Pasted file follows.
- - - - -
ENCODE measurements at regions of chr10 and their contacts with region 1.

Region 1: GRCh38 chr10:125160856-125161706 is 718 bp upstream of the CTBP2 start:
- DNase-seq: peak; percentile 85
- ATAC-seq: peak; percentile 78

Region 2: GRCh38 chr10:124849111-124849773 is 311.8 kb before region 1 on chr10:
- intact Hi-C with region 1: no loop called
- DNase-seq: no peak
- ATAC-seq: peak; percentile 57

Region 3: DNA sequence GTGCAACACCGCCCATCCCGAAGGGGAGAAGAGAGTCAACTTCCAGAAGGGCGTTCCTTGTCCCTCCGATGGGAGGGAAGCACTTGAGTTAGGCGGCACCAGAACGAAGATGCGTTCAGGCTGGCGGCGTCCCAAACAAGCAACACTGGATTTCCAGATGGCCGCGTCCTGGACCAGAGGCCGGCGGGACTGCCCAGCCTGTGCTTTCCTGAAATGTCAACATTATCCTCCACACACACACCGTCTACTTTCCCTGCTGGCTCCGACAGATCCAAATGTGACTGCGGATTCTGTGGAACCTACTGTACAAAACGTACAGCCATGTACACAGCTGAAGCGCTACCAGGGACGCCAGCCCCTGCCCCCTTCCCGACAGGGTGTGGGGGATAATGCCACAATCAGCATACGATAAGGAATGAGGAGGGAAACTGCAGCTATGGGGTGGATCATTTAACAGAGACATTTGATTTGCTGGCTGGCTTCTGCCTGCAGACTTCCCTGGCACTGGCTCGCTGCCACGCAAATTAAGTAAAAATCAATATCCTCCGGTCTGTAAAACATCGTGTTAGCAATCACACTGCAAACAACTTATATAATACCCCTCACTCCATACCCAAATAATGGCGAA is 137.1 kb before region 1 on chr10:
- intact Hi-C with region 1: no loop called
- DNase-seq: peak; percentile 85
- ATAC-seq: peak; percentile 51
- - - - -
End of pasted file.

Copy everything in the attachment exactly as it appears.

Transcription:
ENCODE measurements at regions of chr10 and their contacts with region 1.

Region 1: GRCh38 chr10:125160856-125161706 is 718 bp upstream of the CTBP2 start:
- DNase-seq: peak; percentile 85
- ATAC-seq: peak; percentile 78

Region 2: GRCh38 chr10:124849111-124849773 is 311.8 kb before region 1 on chr10:
- intact Hi-C with region 1: no loop called
- DNase-seq: no peak
- ATAC-seq: peak; percentile 57

Region 3: DNA sequence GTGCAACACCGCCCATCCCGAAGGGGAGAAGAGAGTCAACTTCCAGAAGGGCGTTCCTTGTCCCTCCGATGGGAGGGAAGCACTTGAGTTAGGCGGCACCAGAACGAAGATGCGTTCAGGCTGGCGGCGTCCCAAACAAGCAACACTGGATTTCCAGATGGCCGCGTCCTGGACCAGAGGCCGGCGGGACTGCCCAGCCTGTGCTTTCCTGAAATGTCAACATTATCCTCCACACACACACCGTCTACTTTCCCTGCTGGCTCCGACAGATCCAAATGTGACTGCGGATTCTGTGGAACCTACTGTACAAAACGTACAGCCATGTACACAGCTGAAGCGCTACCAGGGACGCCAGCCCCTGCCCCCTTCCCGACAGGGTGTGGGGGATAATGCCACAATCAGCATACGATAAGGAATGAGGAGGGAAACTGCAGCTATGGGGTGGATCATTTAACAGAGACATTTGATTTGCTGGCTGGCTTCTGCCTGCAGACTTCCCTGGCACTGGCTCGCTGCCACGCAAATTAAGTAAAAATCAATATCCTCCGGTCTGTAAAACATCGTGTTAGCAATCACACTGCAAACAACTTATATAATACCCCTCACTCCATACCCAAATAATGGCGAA is 137.1 kb before region 1 on chr10:
- intact Hi-C with region 1: no loop called
- DNase-seq: peak; percentile 85
- ATAC-seq: peak; percentile 51